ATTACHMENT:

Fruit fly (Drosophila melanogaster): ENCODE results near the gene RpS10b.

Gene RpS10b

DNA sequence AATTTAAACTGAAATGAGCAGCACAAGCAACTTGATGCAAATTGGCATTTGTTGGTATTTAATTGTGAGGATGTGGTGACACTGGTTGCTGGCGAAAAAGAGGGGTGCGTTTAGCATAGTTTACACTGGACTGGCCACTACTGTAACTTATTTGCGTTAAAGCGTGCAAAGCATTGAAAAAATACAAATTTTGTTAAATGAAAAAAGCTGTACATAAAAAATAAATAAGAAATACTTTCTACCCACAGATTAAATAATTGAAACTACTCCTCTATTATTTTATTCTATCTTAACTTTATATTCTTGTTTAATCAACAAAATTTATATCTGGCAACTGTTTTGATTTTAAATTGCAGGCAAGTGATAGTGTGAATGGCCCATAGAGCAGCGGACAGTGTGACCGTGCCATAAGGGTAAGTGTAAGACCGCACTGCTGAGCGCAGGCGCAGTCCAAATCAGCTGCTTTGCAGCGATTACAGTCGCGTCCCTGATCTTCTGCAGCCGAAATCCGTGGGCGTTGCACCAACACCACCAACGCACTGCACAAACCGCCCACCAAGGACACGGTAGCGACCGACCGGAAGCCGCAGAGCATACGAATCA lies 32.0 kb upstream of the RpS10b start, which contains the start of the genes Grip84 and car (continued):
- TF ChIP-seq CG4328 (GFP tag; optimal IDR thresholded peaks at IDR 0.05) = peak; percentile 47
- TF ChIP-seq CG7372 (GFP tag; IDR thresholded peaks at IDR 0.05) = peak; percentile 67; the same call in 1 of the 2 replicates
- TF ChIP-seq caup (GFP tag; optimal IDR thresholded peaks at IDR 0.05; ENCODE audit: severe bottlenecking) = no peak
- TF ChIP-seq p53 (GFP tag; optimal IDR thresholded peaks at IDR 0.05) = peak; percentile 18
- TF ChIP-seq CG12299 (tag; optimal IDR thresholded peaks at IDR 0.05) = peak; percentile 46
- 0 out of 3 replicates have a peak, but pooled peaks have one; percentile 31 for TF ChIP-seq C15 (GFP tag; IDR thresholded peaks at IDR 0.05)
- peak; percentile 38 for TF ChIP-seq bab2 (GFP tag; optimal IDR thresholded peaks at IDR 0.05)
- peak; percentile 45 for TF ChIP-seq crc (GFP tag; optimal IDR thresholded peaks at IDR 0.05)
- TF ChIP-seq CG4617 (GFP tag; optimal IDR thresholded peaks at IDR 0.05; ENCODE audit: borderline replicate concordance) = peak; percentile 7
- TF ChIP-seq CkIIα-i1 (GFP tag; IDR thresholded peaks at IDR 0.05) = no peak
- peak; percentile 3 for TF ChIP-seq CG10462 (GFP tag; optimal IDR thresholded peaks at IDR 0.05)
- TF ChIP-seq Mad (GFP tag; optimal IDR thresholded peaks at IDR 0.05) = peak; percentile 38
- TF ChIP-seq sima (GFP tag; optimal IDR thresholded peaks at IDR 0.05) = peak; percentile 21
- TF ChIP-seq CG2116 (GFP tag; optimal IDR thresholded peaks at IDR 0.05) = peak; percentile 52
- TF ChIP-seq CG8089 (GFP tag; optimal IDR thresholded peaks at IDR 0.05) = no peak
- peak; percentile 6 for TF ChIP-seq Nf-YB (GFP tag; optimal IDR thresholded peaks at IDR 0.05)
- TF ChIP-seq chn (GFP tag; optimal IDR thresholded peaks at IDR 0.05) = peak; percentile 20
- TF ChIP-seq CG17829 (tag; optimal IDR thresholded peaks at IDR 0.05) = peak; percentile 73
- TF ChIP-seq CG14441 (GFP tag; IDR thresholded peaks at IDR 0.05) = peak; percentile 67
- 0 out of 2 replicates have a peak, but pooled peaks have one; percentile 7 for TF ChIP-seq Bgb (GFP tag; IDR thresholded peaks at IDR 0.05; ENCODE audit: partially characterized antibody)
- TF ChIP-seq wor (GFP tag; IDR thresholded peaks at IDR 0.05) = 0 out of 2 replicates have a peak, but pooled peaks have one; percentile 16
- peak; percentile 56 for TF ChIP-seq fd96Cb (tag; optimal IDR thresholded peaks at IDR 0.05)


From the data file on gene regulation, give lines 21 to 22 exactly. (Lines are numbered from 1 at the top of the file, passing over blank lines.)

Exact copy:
- TF ChIP-seq CG17829 (tag; optimal IDR thresholded peaks at IDR 0.05) = peak; percentile 73
- TF ChIP-seq CG14441 (GFP tag; IDR thresholded peaks at IDR 0.05) = peak; percentile 67